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Simple Ways to be Water Wise in SA

South Africa has experienced a prolonged period of lower-than-normal rainfall over the last year which has aggravated the country’s drought situation to disaster status in certain provinces. SA faces a seemingly insurmountable challenge of meeting water demand in the near future. A combination of typically low-levels of highly variable rainfall – made worse by climate change and global warming – limited underground aquifers, aging infrastructure and a significant dependence on neighbouring nations for water transfer has resulted in water shortages across the nation.

The worst affected areas are Kwazulu-Natal and the Freestate, as well as southern parts of Mpumalanga, some parts of Limpopo, the North West and Northern Cape provinces. 18% of the national population is currently affected in various degrees of severity – across all domestic, agricultural and industrial sectors. Drought relief interventions and water restrictions are being implemented in an attempt to reduce water consumption and increase water provision.

The Government seeks to improve the supply of water as well as restore old infrastructure and construct new public water supply schemes with both short term and long term goals set to relieve the water shortage crisis.

In acknowledgment President Jacob Zuma recently stated that “South Africa is rapidly growing into a water-scarce country.” Understandably this has sparked apprehension and fear amongst South Africans with there being no substitute for this life-giving resource.

South Africans have been warned to use water responsibly and sparingly, and to reduce water consumption as much as possible. Whether you’re a simple or serious saver, here are some budget and eco- friendly tips and tricks to help reduce water usage:

Be proactive by monitoring your water use – regularly check your water meter. You can check for hidden leaks by monitoring the meter before and after an hour period where no water has been used. The meter should read the same.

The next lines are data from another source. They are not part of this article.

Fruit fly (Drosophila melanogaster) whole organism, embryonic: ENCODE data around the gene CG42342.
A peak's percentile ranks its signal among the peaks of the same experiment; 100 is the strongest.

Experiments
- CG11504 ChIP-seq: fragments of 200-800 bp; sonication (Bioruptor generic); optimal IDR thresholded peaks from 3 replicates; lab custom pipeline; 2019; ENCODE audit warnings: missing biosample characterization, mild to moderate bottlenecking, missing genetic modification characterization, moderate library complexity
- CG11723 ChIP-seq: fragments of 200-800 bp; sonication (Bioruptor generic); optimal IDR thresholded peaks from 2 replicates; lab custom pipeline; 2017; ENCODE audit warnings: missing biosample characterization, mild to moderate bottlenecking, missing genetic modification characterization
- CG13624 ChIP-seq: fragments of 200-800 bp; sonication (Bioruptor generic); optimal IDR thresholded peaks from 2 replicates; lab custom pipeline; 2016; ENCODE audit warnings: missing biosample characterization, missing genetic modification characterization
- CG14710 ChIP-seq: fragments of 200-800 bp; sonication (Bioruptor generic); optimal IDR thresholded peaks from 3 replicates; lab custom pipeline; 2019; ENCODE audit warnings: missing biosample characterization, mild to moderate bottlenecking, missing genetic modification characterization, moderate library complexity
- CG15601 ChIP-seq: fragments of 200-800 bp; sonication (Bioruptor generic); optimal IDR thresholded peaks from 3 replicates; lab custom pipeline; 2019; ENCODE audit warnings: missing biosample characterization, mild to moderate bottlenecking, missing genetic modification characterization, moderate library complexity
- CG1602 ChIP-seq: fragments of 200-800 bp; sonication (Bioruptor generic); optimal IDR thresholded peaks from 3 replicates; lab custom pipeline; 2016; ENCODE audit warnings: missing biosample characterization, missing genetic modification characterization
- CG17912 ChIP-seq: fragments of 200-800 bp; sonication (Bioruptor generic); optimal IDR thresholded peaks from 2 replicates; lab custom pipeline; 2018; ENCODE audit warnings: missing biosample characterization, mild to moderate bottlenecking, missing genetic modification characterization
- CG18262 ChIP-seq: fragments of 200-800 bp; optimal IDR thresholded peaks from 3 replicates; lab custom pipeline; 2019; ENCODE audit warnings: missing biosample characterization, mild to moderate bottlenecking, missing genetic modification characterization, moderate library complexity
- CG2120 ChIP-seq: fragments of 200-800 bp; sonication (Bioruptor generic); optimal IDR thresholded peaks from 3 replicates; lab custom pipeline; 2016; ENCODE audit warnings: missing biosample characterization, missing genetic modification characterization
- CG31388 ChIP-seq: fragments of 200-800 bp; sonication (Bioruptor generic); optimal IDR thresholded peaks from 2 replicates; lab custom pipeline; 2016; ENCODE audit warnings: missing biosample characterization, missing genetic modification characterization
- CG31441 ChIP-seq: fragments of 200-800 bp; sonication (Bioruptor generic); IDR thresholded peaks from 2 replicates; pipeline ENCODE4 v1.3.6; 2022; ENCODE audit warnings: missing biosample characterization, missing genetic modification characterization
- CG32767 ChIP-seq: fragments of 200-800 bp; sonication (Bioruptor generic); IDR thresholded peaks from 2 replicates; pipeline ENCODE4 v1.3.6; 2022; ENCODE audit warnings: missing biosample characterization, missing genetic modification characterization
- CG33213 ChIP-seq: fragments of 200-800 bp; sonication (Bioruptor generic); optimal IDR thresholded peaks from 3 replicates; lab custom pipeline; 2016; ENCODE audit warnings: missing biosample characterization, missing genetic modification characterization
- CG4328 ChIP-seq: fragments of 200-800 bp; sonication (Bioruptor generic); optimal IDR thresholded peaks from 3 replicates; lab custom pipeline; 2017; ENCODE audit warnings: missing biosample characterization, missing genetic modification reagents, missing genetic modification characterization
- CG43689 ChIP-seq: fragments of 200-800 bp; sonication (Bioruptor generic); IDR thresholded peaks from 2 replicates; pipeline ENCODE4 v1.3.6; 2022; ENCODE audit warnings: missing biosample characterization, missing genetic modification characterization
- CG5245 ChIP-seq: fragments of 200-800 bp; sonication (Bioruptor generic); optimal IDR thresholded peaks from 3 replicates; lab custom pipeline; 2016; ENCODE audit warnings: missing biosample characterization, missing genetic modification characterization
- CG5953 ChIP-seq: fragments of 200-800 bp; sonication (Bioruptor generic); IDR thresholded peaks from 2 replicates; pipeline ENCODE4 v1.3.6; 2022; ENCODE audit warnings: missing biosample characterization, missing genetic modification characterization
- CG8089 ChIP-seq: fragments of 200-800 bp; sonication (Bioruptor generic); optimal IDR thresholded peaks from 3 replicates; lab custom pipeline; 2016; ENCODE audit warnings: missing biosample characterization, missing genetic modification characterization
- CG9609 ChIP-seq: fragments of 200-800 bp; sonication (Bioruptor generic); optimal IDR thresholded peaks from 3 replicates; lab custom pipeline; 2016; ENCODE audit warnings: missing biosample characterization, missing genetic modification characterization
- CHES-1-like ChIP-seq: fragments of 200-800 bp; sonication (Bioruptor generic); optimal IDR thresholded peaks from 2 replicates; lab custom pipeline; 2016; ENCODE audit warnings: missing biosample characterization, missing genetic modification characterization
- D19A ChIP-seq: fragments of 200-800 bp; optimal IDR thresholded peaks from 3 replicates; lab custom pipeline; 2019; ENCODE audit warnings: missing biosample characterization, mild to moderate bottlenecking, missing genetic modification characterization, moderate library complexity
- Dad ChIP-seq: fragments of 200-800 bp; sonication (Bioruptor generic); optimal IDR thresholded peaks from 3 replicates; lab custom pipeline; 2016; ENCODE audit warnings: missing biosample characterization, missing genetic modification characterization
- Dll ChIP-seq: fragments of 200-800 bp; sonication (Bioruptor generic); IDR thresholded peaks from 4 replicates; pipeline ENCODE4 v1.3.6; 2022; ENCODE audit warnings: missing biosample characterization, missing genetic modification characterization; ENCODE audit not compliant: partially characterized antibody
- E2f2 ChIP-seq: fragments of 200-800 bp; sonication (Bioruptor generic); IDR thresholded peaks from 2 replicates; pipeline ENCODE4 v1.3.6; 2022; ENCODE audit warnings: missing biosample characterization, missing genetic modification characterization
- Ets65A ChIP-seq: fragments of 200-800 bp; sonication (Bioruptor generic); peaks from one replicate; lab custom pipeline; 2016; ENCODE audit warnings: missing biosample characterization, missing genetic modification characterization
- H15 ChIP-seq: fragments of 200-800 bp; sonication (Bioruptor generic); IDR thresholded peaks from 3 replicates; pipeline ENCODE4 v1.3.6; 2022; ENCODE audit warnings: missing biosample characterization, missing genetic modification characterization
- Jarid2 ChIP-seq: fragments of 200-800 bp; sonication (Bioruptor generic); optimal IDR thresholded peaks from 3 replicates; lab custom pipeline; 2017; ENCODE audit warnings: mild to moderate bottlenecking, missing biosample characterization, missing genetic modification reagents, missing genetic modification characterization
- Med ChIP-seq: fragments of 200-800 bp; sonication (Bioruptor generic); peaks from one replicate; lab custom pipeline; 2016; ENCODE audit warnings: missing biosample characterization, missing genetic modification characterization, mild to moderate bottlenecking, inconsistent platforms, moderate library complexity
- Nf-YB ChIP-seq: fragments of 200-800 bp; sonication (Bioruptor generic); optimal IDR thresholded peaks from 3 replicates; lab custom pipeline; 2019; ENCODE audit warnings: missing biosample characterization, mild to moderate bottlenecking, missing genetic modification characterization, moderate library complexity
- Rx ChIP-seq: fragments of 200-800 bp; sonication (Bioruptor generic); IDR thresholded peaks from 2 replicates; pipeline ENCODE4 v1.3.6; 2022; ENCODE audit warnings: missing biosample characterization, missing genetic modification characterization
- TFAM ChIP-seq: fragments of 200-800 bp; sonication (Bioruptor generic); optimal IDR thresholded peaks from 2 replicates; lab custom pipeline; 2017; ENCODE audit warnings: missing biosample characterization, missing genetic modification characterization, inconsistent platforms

Fill the kettle to the level needed. This will not only save water but reduce electricity costs.

Use a plugged sink to rinse fruit and vegetables or to defrost meat instead of running them under water. The water used can then be repurposed to water your garden or even flush your toilet.

When washing dishes use less dishwashing liquid as this will reduce the amount of water needed to rinse. If you have a dishwasher only turn it on once it’s completely full.

Reduce how often you wash towels and linen as these use a significant amount of water. As a rule of thumb when doing laundry always match the load with the water volume.

Turn off the tap while brushing your teeth, shaving or soaping your hands. Once you’re finished tightly close the tap – one drop of water a second wastes an estimated 10220L of water a year.

Aerators and flow-reducing valves conserve water and reduce energy costs by limiting the water through the faucet. These can be attached to taps or showerheads with little effort.

Insulate hot water pipes to reduce the time and water wasted waiting for the water to heat up. A geyser blanket for insulation is also a good investment.

Take shorter showers, and shower instead of bath. If you prefer to bath use less water. The water used to bath can then be repurposed to water your garden.

Flush the toilet only when necessary. An average of 9-11L of water is used per flush. Installing a dual-flush mechanism is a great way to reduce water usage.

Make sure that the toilet handle is in the upward position otherwise the water will continue to run, and ensure that the toilet cistern is not filling after every flush.

Water your garden at the coolest part of the day with a handheld hose, preferably in the morning before 6AM as a large amount of water is lost to heat and wind. Watering in the evening may invite fungus and mildew into your flower beds.

Group and water plants according to their water requirements. A substantial amount of water can be saved by planting only indigenous water-wise plants. Most South African plants are naturally drought-hardy, whereas exotic are water- and space-guzzlers.

It’s tempting to over-water your garden in an attempt to save what’s dry and dying. Not only is this completely unsupportive to the livelihood of your plants but a shocking 30L of water is wasted per minute of overwatering. Water deeply and less frequently.

Wash your car with a bucket and sponge instead of the hose. When using a hand-held hosepipe ensure that it has a self-closing nozzle or that you turn it off when not in use.

Even small adjustments can result in a big change! Together South Africans can make a significant difference in responsibly using and conserving water!